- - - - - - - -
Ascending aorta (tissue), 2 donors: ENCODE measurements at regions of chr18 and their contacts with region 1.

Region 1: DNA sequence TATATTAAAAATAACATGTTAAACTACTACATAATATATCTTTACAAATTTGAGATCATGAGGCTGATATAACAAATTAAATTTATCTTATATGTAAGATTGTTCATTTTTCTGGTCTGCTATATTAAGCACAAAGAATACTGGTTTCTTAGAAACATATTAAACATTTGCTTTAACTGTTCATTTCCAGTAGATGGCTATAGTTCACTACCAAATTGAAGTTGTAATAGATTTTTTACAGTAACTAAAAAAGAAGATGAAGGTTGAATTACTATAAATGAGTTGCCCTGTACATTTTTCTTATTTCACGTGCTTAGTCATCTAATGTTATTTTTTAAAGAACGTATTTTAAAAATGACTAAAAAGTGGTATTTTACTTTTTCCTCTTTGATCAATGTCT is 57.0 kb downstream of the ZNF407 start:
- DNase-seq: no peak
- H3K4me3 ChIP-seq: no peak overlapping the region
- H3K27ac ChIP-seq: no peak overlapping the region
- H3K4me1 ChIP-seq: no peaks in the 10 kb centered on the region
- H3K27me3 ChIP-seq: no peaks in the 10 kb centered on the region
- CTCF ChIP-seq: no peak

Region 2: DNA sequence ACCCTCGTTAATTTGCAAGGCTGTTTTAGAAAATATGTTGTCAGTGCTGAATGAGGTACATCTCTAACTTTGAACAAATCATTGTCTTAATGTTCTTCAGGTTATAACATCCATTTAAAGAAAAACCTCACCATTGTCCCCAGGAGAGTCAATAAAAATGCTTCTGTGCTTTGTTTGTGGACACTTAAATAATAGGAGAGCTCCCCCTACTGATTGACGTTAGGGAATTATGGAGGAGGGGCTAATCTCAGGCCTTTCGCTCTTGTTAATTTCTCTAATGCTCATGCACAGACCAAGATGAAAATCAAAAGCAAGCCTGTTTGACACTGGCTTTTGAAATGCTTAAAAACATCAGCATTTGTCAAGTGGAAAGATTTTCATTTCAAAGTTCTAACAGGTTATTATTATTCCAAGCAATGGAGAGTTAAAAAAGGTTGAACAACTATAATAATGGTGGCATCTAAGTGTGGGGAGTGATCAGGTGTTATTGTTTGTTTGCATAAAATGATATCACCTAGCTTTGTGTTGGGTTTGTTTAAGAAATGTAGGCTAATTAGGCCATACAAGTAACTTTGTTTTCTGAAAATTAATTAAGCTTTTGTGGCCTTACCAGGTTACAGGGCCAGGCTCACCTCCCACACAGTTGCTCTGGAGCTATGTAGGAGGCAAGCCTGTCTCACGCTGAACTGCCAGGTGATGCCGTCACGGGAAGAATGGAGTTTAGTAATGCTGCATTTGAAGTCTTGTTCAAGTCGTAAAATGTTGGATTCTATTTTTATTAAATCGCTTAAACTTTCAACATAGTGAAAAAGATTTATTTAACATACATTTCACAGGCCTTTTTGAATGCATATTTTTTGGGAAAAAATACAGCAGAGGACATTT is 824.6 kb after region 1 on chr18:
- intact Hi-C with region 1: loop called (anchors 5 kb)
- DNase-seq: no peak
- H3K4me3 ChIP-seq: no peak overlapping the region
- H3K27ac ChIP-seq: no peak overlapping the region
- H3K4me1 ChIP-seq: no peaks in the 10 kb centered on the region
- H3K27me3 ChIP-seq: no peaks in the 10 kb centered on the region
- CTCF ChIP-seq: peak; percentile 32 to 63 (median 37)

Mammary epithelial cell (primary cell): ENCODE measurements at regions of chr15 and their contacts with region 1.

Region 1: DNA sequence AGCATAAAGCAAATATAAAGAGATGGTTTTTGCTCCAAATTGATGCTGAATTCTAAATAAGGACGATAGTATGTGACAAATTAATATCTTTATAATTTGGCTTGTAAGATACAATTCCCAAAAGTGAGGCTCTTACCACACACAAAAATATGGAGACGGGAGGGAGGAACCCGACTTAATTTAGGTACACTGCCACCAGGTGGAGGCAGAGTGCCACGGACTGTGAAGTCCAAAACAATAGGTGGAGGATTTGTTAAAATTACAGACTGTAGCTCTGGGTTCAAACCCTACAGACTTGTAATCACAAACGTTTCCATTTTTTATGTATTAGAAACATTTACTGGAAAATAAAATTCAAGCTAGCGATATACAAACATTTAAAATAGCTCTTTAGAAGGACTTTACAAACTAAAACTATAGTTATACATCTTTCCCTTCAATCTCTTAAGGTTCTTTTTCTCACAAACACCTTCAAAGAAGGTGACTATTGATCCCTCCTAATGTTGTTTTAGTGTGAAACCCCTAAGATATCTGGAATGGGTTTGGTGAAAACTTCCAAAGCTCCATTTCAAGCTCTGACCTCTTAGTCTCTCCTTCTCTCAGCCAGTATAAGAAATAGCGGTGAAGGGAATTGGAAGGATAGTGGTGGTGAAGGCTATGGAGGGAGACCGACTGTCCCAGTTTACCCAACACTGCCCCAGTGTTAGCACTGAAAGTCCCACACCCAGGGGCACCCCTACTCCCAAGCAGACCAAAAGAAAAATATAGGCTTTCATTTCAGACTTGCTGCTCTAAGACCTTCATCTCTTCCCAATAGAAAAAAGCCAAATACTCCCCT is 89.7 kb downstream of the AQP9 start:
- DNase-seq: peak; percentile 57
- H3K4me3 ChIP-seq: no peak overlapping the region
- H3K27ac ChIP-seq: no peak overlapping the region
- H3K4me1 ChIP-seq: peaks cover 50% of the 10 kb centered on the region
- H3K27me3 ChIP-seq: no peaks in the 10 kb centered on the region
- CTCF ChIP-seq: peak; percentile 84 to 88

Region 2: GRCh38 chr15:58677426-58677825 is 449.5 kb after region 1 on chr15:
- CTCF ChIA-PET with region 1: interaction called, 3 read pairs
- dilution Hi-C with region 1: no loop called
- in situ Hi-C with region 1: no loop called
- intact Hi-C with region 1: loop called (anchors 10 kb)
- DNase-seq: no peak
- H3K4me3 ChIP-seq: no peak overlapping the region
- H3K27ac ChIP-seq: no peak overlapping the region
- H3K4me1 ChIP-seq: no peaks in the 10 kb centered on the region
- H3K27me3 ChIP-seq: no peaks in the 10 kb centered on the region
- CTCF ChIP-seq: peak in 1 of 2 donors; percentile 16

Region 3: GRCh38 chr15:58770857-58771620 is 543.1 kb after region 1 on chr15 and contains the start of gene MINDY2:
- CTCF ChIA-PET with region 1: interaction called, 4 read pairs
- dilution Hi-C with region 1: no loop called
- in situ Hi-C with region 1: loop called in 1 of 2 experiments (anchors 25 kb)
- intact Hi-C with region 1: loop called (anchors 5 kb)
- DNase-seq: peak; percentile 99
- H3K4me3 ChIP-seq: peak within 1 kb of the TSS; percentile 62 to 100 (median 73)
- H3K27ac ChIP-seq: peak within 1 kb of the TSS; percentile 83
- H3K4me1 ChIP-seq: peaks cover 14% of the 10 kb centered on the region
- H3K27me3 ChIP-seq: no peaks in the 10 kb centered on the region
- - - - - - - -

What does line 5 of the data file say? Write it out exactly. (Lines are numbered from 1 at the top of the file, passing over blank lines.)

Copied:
- H3K27ac ChIP-seq: no peak overlapping the region